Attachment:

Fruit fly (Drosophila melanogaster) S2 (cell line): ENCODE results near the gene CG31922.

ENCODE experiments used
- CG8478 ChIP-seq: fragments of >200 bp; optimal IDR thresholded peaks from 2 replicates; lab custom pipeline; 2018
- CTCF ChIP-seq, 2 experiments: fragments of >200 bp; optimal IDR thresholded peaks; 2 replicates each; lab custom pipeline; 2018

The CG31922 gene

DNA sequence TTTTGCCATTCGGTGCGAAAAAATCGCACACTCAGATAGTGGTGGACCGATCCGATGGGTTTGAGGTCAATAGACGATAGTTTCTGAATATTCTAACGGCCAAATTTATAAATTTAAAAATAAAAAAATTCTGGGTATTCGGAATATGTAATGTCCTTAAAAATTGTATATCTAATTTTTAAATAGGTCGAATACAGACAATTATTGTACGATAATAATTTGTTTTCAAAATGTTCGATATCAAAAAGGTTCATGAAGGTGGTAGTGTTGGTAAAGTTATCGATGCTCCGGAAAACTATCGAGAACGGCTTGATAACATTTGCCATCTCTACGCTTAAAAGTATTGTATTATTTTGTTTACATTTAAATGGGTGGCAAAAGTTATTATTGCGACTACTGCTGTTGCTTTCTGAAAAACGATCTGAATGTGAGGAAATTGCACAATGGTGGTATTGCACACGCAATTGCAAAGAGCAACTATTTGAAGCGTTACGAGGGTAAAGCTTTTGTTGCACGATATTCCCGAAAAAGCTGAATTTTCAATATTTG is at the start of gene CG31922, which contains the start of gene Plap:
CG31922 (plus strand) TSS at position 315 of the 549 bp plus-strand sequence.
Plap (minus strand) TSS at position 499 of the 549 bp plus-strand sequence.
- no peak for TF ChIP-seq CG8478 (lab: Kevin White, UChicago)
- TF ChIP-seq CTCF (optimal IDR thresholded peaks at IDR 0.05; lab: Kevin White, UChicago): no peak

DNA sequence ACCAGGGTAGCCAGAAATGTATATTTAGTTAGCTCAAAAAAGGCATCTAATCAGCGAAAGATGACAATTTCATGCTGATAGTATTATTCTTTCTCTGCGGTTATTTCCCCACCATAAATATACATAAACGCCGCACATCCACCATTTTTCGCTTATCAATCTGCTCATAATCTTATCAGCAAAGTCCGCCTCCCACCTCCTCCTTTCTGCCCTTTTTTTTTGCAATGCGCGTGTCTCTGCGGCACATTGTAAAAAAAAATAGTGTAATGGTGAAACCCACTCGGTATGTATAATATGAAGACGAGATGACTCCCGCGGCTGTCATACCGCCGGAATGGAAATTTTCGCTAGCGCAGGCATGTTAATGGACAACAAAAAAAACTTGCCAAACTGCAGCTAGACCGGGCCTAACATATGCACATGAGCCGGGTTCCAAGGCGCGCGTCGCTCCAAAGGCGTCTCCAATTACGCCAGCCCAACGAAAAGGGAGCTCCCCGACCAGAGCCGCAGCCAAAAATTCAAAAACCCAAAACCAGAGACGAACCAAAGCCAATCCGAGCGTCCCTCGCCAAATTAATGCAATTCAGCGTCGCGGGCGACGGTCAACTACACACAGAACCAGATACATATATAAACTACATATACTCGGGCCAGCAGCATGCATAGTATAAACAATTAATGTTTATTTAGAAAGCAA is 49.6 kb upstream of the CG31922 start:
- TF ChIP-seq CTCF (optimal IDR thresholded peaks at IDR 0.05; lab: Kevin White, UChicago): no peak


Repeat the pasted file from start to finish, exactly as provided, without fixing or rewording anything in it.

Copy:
Fruit fly (Drosophila melanogaster) S2 (cell line): ENCODE results near the gene CG31922.

ENCODE experiments used
- CG8478 ChIP-seq: fragments of >200 bp; optimal IDR thresholded peaks from 2 replicates; lab custom pipeline; 2018
- CTCF ChIP-seq, 2 experiments: fragments of >200 bp; optimal IDR thresholded peaks; 2 replicates each; lab custom pipeline; 2018

The CG31922 gene

DNA sequence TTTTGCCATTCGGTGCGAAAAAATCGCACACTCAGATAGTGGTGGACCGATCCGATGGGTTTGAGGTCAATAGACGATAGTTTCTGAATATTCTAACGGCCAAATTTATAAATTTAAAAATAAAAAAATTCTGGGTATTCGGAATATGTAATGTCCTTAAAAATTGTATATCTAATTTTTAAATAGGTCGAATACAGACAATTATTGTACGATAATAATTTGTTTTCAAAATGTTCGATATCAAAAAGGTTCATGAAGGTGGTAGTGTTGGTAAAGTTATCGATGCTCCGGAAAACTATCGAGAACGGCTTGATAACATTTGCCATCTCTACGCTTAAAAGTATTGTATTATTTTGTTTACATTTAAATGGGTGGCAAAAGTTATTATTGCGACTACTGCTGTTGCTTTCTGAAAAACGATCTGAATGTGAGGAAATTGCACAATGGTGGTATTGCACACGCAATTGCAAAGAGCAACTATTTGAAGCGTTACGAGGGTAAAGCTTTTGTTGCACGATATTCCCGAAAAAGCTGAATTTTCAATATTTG is at the start of gene CG31922, which contains the start of gene Plap:
CG31922 (plus strand) TSS at position 315 of the 549 bp plus-strand sequence.
Plap (minus strand) TSS at position 499 of the 549 bp plus-strand sequence.
- no peak for TF ChIP-seq CG8478 (lab: Kevin White, UChicago)
- TF ChIP-seq CTCF (optimal IDR thresholded peaks at IDR 0.05; lab: Kevin White, UChicago): no peak

DNA sequence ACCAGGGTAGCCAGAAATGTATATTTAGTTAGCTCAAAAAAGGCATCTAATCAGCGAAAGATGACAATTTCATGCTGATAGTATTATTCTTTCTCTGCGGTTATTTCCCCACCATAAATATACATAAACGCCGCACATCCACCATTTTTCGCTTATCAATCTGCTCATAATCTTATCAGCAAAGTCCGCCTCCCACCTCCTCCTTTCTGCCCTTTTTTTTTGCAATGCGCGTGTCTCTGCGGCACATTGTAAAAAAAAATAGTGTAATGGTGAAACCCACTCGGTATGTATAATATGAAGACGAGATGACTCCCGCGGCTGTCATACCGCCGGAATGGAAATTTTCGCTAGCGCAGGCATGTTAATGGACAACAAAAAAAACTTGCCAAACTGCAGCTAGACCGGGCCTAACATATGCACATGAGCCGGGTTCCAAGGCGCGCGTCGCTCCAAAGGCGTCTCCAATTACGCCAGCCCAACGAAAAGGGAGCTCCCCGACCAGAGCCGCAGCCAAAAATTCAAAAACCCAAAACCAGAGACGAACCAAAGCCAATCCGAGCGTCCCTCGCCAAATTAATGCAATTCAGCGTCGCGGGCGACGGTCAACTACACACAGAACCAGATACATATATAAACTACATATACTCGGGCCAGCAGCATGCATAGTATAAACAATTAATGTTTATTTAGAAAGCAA is 49.6 kb upstream of the CG31922 start:
- TF ChIP-seq CTCF (optimal IDR thresholded peaks at IDR 0.05; lab: Kevin White, UChicago): no peak